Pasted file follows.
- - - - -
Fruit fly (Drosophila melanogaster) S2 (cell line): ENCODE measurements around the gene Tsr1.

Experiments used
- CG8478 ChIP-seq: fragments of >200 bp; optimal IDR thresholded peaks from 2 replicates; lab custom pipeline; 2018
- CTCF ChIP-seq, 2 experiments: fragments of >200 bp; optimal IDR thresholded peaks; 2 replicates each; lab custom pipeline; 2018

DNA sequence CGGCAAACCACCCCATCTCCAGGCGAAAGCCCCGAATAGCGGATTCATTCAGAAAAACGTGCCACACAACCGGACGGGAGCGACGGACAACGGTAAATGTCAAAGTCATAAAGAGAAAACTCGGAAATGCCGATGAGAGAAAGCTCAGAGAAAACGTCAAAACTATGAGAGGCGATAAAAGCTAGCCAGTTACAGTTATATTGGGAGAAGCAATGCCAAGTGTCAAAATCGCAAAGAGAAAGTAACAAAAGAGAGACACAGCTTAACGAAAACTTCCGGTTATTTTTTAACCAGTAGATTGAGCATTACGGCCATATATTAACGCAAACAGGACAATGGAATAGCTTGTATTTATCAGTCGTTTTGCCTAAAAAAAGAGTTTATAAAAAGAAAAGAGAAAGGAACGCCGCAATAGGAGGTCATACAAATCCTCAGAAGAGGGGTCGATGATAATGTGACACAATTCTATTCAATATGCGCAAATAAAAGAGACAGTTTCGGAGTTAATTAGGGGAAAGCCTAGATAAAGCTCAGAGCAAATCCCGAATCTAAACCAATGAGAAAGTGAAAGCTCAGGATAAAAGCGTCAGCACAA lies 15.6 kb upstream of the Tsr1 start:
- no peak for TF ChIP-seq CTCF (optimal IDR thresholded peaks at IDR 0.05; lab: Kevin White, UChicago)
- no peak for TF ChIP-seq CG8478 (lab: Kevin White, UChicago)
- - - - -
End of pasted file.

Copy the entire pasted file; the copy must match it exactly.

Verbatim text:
Fruit fly (Drosophila melanogaster) S2 (cell line): ENCODE measurements around the gene Tsr1.

Experiments used
- CG8478 ChIP-seq: fragments of >200 bp; optimal IDR thresholded peaks from 2 replicates; lab custom pipeline; 2018
- CTCF ChIP-seq, 2 experiments: fragments of >200 bp; optimal IDR thresholded peaks; 2 replicates each; lab custom pipeline; 2018

DNA sequence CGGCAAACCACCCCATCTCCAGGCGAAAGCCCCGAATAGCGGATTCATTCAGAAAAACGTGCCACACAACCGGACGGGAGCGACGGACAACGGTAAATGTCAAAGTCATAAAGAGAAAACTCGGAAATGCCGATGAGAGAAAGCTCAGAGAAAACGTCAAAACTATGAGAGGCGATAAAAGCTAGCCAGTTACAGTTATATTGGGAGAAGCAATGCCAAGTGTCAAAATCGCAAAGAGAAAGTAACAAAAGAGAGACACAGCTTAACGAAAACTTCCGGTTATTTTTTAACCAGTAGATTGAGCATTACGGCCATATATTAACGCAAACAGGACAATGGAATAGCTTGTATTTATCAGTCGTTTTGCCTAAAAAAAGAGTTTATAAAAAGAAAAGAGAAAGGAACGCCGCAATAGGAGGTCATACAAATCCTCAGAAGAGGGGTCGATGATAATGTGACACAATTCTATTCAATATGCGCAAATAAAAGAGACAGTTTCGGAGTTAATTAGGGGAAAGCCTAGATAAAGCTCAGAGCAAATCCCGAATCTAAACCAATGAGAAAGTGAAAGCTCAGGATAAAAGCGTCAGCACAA lies 15.6 kb upstream of the Tsr1 start:
- no peak for TF ChIP-seq CTCF (optimal IDR thresholded peaks at IDR 0.05; lab: Kevin White, UChicago)
- no peak for TF ChIP-seq CG8478 (lab: Kevin White, UChicago)